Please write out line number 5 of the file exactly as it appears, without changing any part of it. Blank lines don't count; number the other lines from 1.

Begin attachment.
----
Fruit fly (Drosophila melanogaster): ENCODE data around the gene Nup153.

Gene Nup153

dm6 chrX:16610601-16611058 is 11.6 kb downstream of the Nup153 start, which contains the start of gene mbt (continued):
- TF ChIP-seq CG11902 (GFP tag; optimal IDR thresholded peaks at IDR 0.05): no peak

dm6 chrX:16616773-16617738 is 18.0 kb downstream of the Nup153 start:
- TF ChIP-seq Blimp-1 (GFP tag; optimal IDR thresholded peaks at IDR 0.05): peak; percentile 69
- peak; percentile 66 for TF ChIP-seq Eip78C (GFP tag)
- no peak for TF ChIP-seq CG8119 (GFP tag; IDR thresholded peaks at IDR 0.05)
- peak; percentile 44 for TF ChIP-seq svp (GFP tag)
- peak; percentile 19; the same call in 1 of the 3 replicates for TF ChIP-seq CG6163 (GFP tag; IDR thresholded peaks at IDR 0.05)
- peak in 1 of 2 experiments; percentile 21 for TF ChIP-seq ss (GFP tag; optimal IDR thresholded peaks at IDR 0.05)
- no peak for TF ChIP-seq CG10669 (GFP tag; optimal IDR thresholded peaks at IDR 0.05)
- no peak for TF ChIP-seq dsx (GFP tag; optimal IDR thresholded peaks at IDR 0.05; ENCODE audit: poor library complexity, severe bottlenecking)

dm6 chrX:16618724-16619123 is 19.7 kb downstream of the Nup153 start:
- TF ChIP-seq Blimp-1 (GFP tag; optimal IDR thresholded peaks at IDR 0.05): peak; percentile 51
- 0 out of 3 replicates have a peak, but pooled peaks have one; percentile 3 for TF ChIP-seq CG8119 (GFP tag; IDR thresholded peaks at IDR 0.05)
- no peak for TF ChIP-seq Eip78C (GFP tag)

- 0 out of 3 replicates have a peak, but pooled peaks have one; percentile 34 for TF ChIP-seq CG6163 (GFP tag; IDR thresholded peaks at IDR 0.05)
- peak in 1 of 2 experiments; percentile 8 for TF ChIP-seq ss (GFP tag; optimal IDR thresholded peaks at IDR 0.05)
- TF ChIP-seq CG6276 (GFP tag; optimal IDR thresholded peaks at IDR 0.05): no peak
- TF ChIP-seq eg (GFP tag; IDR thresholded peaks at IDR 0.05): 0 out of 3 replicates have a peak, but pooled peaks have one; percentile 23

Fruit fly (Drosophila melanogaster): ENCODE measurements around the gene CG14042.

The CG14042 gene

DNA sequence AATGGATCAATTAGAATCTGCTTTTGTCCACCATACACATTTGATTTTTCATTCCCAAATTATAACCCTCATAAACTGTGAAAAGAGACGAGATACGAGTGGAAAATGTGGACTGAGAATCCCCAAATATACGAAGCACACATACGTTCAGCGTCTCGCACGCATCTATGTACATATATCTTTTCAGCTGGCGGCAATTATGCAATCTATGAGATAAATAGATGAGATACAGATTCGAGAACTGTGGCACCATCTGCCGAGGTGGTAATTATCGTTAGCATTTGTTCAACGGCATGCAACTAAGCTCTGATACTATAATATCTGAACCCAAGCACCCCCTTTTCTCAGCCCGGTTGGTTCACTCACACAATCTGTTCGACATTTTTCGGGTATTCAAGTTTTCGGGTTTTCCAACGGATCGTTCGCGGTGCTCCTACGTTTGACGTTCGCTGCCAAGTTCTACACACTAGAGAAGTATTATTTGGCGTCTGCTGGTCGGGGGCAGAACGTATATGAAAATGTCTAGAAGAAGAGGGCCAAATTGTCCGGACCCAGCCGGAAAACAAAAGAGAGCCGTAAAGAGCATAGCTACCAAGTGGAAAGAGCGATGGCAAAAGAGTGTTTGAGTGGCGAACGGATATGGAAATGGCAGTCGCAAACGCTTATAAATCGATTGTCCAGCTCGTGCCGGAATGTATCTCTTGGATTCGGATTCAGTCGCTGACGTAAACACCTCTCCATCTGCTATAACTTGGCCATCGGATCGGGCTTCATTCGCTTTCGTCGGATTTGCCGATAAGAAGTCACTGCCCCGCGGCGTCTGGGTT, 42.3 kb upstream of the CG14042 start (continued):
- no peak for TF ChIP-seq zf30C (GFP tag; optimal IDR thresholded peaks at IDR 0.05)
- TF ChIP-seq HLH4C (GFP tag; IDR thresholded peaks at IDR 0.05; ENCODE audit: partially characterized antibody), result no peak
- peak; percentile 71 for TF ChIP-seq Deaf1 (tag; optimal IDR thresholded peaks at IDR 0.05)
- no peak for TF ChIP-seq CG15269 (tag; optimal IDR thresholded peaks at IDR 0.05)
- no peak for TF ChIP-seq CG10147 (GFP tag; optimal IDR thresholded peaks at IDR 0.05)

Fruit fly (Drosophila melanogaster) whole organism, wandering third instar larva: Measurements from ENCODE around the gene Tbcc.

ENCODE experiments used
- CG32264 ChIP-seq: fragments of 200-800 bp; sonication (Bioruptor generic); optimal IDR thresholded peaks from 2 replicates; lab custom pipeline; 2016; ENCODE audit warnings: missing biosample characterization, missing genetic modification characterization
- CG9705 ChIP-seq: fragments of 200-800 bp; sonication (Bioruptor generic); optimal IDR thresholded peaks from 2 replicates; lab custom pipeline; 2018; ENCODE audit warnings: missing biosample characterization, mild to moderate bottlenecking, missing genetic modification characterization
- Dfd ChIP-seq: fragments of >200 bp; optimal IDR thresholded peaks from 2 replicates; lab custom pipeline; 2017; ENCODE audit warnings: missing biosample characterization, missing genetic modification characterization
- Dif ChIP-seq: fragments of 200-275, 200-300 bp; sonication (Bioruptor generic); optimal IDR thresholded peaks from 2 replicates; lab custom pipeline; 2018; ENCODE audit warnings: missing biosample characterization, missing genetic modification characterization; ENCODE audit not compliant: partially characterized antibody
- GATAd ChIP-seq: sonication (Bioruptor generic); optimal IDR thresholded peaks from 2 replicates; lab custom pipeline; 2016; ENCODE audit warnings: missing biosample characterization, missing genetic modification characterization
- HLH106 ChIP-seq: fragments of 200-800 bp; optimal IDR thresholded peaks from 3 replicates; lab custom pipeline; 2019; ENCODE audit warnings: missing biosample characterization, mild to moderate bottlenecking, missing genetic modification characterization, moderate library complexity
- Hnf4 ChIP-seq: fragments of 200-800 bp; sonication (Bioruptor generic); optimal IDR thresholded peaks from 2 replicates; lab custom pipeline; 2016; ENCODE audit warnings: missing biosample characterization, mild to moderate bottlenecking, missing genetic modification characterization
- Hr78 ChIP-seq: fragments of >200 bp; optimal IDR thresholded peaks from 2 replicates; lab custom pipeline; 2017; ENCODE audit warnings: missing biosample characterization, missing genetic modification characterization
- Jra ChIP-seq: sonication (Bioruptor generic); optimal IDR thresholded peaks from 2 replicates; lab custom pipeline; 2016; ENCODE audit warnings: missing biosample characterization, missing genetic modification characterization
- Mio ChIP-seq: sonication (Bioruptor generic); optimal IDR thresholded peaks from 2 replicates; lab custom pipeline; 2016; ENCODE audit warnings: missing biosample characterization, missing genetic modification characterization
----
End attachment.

dm6 chrX:16616773-16617738 is 18.0 kb downstream of the Nup153 start: